Thursday, July 24, 2014

Two Brothers and a Wedding

Finish That Thought: #2-3 (Judge's Comments)
Prompt: The scent of wedding cake, flowers, and [decay], assail [me] as [I] approach the table.
Special Challenge: Include a deception that backfires

Photo courtesy of jusone @
The scent of wedding cake, flowers, and champagne assail them as they approach the table. In matching black tuxes with paisley print vests, burgundy bowties, and silk cummerbunds, the Winthrop brothers slither inconspicuously past evening gowns and rented tuxes to the laden buffet. Upon it rests silver platters of fresh fruit mostly of the exotic variety, two large crystal bowls boasting freshly tossed salad, and towering tiers of dainty crab cakes, lobster canapes, and bacon-wrapped scallops.

Percival Winthrop rubs his long fingers together with glee before picking up a porcelain plate. “What a feast we have today!” he chortles to Wilfred. His twin twirls his sophisticated whiskers as a smile stretches from ear to ear.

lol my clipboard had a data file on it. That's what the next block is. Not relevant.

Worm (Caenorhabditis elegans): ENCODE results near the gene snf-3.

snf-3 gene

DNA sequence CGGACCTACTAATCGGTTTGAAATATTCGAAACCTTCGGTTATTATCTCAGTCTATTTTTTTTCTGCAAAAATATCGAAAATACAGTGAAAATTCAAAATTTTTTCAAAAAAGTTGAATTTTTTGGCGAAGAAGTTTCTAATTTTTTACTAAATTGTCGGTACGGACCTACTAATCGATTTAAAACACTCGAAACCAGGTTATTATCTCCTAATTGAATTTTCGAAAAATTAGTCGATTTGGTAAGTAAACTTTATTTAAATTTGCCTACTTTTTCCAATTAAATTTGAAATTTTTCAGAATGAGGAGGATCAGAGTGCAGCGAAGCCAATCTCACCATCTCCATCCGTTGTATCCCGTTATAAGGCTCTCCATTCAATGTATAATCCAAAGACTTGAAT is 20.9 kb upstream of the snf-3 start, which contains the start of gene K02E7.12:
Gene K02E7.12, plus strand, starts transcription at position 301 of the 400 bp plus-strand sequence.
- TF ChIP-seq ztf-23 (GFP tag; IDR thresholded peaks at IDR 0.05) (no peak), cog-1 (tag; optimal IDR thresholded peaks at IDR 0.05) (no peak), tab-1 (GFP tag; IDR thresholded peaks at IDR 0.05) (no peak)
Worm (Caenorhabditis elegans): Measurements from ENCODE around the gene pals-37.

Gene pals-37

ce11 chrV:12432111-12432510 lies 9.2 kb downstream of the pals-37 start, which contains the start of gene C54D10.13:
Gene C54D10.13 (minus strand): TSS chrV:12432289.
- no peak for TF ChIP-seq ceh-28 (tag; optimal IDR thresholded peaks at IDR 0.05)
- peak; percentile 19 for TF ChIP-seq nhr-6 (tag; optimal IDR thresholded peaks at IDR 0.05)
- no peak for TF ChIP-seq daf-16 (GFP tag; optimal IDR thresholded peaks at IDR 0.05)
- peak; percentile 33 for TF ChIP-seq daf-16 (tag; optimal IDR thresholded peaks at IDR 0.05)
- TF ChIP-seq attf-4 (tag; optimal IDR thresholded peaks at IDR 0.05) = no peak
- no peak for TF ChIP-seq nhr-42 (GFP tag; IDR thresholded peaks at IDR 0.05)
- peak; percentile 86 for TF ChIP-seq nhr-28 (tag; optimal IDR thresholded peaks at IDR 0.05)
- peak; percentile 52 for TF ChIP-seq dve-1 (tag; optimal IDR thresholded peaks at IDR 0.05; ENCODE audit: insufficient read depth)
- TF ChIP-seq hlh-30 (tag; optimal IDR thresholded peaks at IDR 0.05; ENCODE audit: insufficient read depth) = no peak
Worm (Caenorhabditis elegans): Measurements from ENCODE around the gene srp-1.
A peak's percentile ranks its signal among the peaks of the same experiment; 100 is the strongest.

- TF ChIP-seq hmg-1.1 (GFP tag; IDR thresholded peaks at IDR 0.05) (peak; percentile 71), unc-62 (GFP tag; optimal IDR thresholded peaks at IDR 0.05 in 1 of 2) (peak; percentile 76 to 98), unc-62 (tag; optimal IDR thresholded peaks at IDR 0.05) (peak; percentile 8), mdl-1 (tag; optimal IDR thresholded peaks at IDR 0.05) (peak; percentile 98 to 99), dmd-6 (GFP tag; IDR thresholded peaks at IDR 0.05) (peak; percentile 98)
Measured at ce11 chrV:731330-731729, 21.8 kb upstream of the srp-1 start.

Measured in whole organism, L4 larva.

“Indubitably, my dear Percival.”

“Have you tasted the champagne yet?” Percival asks while emptying the scallops from the top of one tier onto his plate.

Wilfred pats his lumpy cummerbund and his grin widens to encompass half his head. “It is sublime. Of course, I would not expect any less from the van Hortons.”

Percival’s hand hovers over a crab cake. “Dearest Wilfred, you know the bride’s family?”

“Read about them, read about them,” Wilfred assures Percival. The crab cake joins two others and the scallops as a buxom lady dripping in furs and diamonds thrusts herself between the brothers to unload a tier of its lobster canapes. She eyes Percival’s plate and chuckles.

“You eat like a van Horton, but you don’t look like one!” she observes.

“We’re merely indulging in the eating customs of the bride’s family to make them feel welcome,” Wilfred interjects.

“Ah, so you’re on the groom’s side?” the lady asks.

“Yes, dear madam,” Percival says.

“How are you related?” she queries.

“We’re brothers, madam,” Wilfred explains smoothly. “Identical twins, if you could not tell.”

“I mean to the groom,” she persists.

“Second cousins on his father’s side,” Percival adds. “To which side of the family do you belong, madam?”

“I am the groom’s mother,” she says pertly. “And I don’t recollect any second cousins on the list.”

“This is a sticky wicket,” Wilfred says with an arch to his brow and a twirl to his whiskers.

Percival slides the scallops into his jacket pocket, much to the surprise of the lady. “Shall we depart this scene, my dear Wilfred?”

Wilfred links his arm with Percival’s. “Indubitably, my dear Percival.”

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